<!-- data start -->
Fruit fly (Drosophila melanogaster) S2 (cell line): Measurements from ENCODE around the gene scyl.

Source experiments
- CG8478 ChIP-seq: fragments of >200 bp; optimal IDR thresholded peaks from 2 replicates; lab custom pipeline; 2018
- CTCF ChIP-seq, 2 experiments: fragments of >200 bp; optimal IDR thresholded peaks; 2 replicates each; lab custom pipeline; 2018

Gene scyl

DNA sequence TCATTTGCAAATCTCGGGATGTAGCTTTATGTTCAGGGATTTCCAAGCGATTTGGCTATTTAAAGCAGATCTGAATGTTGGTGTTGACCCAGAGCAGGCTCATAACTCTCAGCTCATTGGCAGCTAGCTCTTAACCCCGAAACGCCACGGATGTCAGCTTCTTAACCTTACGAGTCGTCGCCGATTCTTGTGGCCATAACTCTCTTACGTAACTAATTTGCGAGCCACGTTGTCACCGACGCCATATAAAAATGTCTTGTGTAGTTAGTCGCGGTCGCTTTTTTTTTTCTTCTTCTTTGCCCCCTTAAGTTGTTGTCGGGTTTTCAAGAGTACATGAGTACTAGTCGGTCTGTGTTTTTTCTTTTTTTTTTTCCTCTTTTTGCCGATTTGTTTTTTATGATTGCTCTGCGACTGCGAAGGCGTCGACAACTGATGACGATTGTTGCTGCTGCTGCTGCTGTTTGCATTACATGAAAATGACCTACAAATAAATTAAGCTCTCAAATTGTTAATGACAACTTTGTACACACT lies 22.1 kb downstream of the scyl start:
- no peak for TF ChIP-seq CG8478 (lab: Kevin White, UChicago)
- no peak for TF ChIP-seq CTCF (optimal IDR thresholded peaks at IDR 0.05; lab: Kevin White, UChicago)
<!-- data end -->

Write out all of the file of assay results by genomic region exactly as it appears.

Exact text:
Fruit fly (Drosophila melanogaster) S2 (cell line): Measurements from ENCODE around the gene scyl.

Source experiments
- CG8478 ChIP-seq: fragments of >200 bp; optimal IDR thresholded peaks from 2 replicates; lab custom pipeline; 2018
- CTCF ChIP-seq, 2 experiments: fragments of >200 bp; optimal IDR thresholded peaks; 2 replicates each; lab custom pipeline; 2018

Gene scyl

DNA sequence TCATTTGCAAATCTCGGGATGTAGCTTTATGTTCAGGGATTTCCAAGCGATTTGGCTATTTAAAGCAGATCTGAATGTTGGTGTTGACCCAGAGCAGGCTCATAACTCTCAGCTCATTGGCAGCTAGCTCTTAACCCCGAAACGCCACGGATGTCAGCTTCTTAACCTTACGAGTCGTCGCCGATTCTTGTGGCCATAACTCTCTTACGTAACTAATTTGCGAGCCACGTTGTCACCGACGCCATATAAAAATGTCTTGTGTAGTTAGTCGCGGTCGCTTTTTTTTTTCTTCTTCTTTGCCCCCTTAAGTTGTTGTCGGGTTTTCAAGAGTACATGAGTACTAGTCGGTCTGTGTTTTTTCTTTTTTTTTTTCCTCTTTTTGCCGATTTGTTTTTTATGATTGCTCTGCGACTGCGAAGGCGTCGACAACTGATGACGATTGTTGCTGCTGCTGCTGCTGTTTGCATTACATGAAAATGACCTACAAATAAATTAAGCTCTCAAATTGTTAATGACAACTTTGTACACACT lies 22.1 kb downstream of the scyl start:
- no peak for TF ChIP-seq CG8478 (lab: Kevin White, UChicago)
- no peak for TF ChIP-seq CTCF (optimal IDR thresholded peaks at IDR 0.05; lab: Kevin White, UChicago)